As you may have gathered from my last post, I am getting married in a few months. I am oh so grateful for the man I am marrying, (we’ll call him A) and for the friend (we’ll call her S) who told me repeatedly he was the one for me, years before she ever introduced us. I’m not sure what my friend saw in each of us that prompted her to put us together, but if you are single, you may want to become BFFs with her so she can get to know you and start working her magic. She has a gift for matchmaking, and quite a sense of humor.
A knows and understands me better than I do myself sometimes. It’s one of the many traits that drew me to him in the first place. And that has come in handy recently. As A knows all too well, I absolutely hate surprises. So when his parents told him they wanted to surprise me on our wedding day with a bagpiper at the ceremony, I am so glad he stepped in to say: that’s a really bad idea because she doesn’t like surprises any time of the year, but on her wedding day, she would really hate them.
A and I are paying for the majority of the wedding ourselves so we’ve had control of most of the logistics. A bagpiper is a wonderful idea, but I can’t help but imagine myself on our wedding day, when a strange man in a kilt showed up and started playing in the middle of the ceremony or reception.
So if my future in-laws ever read this blog: I really appreciate the gesture of a surprise, but surprises make me hyperventilate, and here's why:
My mother, who you may have read about here, is full of surprises, and not always the good kind, though they are usually well intended. She emanates a certain childlike innocence, making it hard for anyone to be really mad at her for long. She knows not what she does, most of the time. Kind of like when my dog rips apart one of my favorite high heels and then comes to drop it at my feet with a huge smile on his face, his tail wagging furiously.
In my early twenties, when I was trying desperately to find a way to move out, I got my big break, a job two hours away from home. I was out on a date with the recipe thief the weekend I got the job, when my mom called and told me my Jack Russell Terrier was very sick and I needed to come home to take him to the vet. She even produced tears during her frantic phone call. I turned around and raced home. When I got there, I ran into the house looking for my dog, who was safely penned in the kitchen. I was bombarded by a group of people who I didn’t recognize at first, yelling “Surprise!” When my eyes focused on them, I realized they were five of my closest friends.
“It’s your going away party!” my mom yelled.
“How’s Rusty?” I asked producing some tears of my own by this point.
“He’s fine. I had to use that as an excuse to get you to come home.”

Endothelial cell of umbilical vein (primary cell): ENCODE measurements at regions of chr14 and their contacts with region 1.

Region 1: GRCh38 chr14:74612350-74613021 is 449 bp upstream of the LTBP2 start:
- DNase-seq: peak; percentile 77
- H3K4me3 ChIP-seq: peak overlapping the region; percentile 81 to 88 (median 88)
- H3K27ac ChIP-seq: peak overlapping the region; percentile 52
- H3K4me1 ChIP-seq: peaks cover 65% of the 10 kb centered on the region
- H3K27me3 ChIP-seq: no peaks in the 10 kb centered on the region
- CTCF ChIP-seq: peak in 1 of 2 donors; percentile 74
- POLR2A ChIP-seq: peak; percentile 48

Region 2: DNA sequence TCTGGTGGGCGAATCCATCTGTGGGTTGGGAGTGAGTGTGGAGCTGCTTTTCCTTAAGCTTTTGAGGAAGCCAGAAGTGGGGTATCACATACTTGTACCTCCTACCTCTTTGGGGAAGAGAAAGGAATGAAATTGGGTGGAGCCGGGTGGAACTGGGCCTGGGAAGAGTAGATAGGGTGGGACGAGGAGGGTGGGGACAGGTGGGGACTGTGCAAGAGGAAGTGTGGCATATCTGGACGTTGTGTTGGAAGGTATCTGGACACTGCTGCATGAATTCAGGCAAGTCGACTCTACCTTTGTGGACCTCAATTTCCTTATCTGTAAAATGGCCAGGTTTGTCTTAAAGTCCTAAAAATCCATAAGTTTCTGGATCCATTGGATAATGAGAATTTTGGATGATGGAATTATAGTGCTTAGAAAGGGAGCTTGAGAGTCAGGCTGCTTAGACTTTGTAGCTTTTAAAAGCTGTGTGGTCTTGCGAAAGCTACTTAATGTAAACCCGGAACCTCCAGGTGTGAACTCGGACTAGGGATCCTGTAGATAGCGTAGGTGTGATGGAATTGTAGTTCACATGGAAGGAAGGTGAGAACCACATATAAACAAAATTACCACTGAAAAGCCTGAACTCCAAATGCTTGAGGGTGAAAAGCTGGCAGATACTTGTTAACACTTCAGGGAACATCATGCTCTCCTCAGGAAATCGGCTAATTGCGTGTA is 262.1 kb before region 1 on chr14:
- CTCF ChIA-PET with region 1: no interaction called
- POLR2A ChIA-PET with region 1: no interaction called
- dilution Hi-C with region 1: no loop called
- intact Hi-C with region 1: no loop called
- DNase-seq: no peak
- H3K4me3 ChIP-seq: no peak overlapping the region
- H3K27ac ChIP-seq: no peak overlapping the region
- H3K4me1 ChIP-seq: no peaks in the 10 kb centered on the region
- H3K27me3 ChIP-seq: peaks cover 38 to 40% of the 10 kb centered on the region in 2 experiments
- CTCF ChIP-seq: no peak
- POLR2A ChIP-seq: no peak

“Oh. . . Wait. How did you arrange this party that fast? I just got the job yesterday,” I said.
“I’ve been planning it for a while, but then when you got the job, I decided to make it your going away party, since you have to move away.”
“But what did you tell everyone the original occasion was?”
“Oh, don’t worry about it. It was just to have a party.”
“OK,” I said, knowing that this was going to upset me more if I dug any deeper at this point. And anyway, I had friends to hang out with and banana bread to eat and even cards to open. As the night wore on and I laughed with friends, I started to wonder more about my mom’s motive behind the party.
“Your mom is SO funny,” all my friends said while she was in the other room.
Throughout the night, my mom was manic and frantically bustling about, ordering people to "eat more dinner!" and "cut the cake!" I know my mom is easily excitable, so I can imagine the scene (but I try not to) before I arrived - when I wasn’t there to monitor her.
Later on, she told me not everyone she invited could make it.
“Who else did you invite? And how did you get their addresses?”
“I took your address book from your room.”
“Who else did you invite?” I asked again, realizing that the book was outdated and from high school and college, consisting of people I hadn’t talked to in a few years, some of them ex-boyfriends.
“I invited a few other girls and a few guys.”
“MOM. That book was old.”
“Don’t worry about it. I didn’t invite anyone you haven’t talked to in a while.”
I decided to let it go and not even think about it anymore. A few weeks later, one of my friends called to say she was sorry she couldn’t make it to the party and she asked how I’d been doing lately.
“I’m fine, why?”
“Well your mom said she was having a party for you because you’d been ‘feeling down’ lately.”
I couldn’t remember feeling down or giving off that impression, but my mom's mood swings were rampant that year. When I confronted her about it, she told me she just wanted to have a party. That’s fine and all, but don't tell your daughter's friends she's depressed just for an opportunity to have people over because if she isn’t feeling down before the party, she sure will be after.